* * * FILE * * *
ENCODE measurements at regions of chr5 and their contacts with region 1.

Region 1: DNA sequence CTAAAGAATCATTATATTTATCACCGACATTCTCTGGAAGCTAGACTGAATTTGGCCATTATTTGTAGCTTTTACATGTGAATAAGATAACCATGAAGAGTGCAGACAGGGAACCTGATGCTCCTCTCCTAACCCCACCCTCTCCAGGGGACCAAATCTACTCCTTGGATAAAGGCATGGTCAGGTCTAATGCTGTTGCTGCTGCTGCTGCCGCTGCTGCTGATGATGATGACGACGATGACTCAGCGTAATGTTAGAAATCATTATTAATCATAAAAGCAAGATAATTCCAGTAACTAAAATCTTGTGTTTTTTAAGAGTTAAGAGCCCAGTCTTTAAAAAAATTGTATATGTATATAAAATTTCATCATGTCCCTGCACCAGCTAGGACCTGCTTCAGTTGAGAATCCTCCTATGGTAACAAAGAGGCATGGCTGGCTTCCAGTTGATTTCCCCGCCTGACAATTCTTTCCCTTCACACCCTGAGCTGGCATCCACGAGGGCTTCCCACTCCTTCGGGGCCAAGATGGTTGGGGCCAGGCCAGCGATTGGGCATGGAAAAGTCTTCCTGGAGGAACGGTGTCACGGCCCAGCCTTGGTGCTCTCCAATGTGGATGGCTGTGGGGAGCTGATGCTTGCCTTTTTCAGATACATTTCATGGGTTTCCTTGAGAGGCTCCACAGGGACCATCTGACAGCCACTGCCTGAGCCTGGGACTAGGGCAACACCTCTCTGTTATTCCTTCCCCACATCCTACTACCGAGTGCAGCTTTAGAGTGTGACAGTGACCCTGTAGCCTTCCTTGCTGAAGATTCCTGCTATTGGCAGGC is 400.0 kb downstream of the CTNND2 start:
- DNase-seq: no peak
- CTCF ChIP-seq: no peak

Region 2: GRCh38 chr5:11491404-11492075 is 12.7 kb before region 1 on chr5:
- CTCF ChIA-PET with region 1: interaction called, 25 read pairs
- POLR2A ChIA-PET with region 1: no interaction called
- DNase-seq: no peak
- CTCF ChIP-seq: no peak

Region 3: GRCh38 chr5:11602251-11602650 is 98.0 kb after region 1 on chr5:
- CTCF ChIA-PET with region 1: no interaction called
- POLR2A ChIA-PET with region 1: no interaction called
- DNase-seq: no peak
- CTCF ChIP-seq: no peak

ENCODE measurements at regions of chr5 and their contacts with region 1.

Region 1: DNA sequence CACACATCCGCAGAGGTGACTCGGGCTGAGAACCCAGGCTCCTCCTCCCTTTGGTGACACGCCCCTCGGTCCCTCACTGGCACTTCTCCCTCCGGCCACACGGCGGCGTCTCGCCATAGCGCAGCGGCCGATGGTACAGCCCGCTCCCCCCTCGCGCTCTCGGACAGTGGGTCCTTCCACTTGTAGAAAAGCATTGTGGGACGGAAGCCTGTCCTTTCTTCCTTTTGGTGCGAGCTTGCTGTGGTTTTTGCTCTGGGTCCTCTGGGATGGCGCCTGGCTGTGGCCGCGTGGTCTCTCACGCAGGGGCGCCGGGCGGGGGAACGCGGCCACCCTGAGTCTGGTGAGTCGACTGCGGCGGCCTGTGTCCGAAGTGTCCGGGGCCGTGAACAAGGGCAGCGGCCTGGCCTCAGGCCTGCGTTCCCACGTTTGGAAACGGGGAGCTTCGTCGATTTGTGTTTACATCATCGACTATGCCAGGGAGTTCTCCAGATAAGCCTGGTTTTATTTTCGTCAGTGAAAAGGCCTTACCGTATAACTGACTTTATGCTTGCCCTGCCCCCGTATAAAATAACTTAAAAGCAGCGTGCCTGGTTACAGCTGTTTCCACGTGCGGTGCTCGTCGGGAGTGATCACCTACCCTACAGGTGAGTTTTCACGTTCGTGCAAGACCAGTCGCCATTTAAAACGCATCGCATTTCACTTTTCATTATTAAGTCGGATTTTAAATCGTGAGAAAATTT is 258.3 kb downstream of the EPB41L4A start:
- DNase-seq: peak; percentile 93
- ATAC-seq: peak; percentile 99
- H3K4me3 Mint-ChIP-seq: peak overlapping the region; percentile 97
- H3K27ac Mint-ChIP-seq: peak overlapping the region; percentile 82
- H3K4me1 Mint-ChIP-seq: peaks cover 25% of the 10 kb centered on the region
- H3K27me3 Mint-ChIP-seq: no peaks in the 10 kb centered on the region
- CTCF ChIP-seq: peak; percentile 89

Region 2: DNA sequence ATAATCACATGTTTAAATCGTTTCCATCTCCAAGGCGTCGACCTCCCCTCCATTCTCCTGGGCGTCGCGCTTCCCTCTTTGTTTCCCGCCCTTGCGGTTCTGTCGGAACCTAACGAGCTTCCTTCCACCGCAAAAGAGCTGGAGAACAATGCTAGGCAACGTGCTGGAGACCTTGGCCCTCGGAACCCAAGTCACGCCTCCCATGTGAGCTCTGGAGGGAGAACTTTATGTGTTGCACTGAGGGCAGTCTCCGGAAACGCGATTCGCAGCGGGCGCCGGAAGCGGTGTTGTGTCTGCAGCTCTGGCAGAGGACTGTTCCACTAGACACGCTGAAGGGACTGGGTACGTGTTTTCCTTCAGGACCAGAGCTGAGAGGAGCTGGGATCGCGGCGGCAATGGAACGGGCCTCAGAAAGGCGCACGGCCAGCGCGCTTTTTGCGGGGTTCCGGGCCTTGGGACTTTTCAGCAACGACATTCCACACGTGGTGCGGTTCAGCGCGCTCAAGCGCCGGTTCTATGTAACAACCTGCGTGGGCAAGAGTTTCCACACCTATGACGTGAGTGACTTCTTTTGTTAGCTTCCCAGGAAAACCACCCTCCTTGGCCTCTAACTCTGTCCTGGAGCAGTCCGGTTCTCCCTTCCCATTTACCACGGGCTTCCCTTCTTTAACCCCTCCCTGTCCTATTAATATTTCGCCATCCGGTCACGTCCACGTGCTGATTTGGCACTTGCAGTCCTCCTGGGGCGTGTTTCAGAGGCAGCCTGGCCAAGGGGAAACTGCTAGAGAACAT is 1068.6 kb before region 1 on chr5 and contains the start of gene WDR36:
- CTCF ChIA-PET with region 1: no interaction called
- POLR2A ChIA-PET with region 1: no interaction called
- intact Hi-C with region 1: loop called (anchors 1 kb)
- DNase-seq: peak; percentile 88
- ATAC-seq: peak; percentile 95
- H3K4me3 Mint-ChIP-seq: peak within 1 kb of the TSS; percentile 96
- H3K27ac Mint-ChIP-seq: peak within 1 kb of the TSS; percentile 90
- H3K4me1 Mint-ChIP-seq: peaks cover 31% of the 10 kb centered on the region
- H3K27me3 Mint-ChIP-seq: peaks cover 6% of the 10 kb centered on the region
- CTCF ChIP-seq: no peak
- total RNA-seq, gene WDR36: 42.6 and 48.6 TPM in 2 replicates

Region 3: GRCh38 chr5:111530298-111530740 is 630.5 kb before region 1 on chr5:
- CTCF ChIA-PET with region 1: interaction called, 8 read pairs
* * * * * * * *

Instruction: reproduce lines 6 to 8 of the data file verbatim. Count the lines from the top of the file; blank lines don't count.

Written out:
- CTCF ChIA-PET with region 1: interaction called, 25 read pairs
- POLR2A ChIA-PET with region 1: no interaction called
- DNase-seq: no peak